The Basics of Government


Government is a system of organization that creates, enforces and applies laws for a country, state, city or other political unit. It manages defense, foreign affairs, the economy, and public services. Government also regulates access to common goods like natural resources and wildlife. Governments take in taxes and use those funds to provide goods and services for their citizens, such as public education, police and fire protection, roads, hospitals, parks and libraries. They also set goals for the nation, such as reducing socioeconomic inequality.

There are many forms of government, but they all share some basic features. A government must have a leader who is the head of state, the head of the legislative branch or the head of the executive branch. They must have a constitution that defines their powers and limits them. They must have people who are willing to serve and to work for the good of the entire society, not just for their own interests or those of the political party they belong to. They must also have people who are able to tolerate opposing viewpoints and not hurl personal insults at opponents.

One of the most fundamental principles of government is that each citizen has a right to freedom of speech and expression. Government must be able to protect this right, even when it disagrees with the views expressed. This is why it is important for politicians to avoid hurling personal attacks and to stick to the facts.

The United States has a federal government, with three branches: the legislative (making the law), the executive (enforcing the law) and the judiciary (interpreting the law). The Framers of the Constitution structured these branches to prevent any single branch from becoming too powerful and to ensure that the checks and balances of the system are in place. The President nominates Supreme Court Justices and other judges, who must be approved by the Senate in the legislative branch. Congress has the power to override any presidential veto, and they can also pass legislation without the President’s approval.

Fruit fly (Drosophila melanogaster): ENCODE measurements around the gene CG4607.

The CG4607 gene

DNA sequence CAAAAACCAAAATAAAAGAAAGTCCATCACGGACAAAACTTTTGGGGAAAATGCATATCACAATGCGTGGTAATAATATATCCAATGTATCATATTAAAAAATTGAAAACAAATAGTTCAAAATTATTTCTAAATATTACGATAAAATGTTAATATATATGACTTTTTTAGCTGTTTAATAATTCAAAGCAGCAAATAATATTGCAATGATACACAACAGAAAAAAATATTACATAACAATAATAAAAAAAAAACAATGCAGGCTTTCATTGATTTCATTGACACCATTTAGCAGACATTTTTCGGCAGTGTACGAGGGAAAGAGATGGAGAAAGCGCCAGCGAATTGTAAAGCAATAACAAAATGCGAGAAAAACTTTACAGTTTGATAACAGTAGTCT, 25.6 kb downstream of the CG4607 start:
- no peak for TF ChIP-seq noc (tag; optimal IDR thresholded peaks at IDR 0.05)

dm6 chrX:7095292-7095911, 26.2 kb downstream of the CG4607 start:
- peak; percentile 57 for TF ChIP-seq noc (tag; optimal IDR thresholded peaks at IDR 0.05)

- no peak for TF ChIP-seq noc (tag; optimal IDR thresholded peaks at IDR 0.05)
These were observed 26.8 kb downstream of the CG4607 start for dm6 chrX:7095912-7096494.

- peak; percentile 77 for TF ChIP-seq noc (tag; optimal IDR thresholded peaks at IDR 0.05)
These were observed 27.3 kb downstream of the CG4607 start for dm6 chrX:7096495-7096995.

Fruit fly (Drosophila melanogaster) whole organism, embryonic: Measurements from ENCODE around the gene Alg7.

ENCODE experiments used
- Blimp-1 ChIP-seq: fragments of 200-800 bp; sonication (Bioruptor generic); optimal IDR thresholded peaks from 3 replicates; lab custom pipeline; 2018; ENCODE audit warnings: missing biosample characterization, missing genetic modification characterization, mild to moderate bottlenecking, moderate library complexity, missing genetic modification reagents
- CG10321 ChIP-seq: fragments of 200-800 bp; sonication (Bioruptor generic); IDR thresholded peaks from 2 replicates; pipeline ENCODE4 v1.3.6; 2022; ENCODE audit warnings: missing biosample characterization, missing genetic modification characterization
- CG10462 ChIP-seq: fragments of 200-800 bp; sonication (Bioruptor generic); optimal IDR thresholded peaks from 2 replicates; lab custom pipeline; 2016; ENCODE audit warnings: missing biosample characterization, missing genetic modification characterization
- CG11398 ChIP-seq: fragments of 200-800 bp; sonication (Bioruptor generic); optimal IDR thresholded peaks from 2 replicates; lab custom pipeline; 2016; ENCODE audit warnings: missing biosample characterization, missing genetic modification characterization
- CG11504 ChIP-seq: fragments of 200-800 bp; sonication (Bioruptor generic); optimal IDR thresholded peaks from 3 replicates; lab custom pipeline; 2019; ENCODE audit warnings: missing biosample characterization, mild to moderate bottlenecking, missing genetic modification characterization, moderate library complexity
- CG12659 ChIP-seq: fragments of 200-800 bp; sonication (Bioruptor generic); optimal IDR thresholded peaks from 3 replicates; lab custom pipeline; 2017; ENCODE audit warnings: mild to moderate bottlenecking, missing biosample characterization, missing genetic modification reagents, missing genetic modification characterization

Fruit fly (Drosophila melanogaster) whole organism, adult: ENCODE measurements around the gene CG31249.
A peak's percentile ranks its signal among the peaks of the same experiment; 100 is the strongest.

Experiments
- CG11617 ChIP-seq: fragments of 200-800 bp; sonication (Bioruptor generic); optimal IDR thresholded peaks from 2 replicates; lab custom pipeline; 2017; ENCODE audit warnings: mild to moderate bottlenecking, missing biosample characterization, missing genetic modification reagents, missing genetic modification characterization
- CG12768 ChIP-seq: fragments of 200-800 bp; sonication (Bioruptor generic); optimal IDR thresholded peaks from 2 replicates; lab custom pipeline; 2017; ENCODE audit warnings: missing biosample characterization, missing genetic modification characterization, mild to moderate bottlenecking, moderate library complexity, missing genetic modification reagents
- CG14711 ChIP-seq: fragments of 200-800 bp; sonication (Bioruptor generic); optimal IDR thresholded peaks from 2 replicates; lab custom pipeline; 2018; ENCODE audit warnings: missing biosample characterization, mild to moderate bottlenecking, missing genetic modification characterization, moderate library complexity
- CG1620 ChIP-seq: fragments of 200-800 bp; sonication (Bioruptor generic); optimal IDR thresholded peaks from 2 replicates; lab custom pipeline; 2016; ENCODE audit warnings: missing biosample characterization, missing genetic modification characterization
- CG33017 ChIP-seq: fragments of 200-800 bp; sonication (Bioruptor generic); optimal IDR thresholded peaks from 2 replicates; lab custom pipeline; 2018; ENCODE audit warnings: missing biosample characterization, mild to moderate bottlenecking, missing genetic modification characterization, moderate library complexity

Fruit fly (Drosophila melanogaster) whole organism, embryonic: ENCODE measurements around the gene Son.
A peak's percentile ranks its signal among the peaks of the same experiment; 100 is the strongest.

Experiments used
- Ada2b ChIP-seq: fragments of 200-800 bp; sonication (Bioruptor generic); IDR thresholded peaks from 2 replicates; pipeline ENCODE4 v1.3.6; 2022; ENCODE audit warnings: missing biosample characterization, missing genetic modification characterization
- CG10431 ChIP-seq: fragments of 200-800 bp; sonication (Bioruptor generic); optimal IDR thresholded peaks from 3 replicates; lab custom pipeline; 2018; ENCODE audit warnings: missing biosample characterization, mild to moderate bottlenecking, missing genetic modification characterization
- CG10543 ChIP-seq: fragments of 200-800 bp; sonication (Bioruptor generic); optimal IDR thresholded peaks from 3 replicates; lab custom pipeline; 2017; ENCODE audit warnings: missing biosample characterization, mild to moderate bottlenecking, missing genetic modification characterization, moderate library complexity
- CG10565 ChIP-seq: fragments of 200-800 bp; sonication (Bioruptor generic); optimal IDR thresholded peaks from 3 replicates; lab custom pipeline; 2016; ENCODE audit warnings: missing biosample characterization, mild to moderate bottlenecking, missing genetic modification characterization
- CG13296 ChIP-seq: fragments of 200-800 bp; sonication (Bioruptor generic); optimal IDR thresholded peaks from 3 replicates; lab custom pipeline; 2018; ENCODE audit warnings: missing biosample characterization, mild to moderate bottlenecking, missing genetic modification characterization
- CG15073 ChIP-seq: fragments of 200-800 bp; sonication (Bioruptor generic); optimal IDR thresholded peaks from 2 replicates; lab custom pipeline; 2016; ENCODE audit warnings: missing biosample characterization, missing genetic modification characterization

The Judiciary interprets and applies the laws, and it oversees the other two branches. It does this by hearing and ultimately making decisions on legal cases. The Executive Branch makes sure that the law is enforced, and it represents the whole nation in international negotiations. It also oversees the military and national security agencies, and it is responsible for signing treaties and other agreements on behalf of the United States. The Executive and Legislative branches may veto any bills passed by the other, but they can override a veto with a two-thirds majority vote in each house of Congress.